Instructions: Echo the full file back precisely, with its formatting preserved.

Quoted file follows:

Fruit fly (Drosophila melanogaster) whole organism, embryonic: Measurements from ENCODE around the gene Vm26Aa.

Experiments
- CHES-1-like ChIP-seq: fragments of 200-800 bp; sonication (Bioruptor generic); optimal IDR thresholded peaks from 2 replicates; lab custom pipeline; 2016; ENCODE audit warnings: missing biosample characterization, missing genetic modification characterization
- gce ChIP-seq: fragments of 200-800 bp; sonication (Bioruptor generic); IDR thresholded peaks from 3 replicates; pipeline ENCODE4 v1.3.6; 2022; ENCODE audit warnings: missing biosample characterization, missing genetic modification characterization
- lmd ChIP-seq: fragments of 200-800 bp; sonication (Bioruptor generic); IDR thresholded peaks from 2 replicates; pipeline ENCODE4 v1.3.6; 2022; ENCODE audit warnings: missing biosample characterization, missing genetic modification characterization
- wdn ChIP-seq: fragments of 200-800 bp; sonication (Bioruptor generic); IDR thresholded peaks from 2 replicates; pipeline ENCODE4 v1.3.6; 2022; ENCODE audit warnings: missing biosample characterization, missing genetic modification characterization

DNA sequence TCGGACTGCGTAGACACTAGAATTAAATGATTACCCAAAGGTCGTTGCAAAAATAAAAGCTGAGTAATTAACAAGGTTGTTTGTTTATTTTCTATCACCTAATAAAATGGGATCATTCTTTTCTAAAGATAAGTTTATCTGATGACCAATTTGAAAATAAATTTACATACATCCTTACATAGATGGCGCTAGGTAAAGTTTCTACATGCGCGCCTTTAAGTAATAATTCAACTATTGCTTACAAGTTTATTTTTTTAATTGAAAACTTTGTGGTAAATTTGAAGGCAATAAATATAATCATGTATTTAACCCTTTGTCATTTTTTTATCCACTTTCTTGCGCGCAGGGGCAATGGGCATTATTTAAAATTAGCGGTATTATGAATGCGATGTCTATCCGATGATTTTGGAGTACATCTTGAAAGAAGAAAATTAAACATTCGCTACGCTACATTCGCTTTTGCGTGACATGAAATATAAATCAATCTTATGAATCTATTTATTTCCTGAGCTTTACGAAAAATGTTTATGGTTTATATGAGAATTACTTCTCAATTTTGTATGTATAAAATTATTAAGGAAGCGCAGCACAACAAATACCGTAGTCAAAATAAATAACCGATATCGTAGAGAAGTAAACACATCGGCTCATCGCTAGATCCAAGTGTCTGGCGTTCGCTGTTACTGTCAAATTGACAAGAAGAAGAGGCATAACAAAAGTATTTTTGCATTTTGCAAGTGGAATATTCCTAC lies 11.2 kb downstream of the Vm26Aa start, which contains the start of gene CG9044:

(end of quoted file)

Fruit fly (Drosophila melanogaster) whole organism, embryonic: Measurements from ENCODE around the gene Vm26Aa.

Experiments
- CHES-1-like ChIP-seq: fragments of 200-800 bp; sonication (Bioruptor generic); optimal IDR thresholded peaks from 2 replicates; lab custom pipeline; 2016; ENCODE audit warnings: missing biosample characterization, missing genetic modification characterization
- gce ChIP-seq: fragments of 200-800 bp; sonication (Bioruptor generic); IDR thresholded peaks from 3 replicates; pipeline ENCODE4 v1.3.6; 2022; ENCODE audit warnings: missing biosample characterization, missing genetic modification characterization
- lmd ChIP-seq: fragments of 200-800 bp; sonication (Bioruptor generic); IDR thresholded peaks from 2 replicates; pipeline ENCODE4 v1.3.6; 2022; ENCODE audit warnings: missing biosample characterization, missing genetic modification characterization
- wdn ChIP-seq: fragments of 200-800 bp; sonication (Bioruptor generic); IDR thresholded peaks from 2 replicates; pipeline ENCODE4 v1.3.6; 2022; ENCODE audit warnings: missing biosample characterization, missing genetic modification characterization

DNA sequence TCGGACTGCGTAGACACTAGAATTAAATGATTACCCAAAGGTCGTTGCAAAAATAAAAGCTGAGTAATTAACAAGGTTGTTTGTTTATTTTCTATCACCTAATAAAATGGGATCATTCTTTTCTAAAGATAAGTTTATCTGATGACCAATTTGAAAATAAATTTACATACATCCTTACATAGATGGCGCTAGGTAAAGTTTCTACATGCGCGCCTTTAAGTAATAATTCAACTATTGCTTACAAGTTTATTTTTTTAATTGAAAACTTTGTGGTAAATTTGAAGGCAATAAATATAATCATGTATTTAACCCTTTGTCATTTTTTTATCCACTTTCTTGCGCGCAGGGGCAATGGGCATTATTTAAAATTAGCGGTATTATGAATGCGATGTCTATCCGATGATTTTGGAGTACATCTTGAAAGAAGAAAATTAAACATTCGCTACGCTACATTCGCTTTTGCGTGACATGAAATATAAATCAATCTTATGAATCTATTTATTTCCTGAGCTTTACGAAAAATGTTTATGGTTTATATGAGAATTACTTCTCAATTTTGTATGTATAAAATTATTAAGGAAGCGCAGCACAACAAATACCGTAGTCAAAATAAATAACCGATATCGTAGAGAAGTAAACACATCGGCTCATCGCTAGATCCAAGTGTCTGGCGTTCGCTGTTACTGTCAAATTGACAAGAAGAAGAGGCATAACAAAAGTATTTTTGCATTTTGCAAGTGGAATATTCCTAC lies 11.2 kb downstream of the Vm26Aa start, which contains the start of gene CG9044: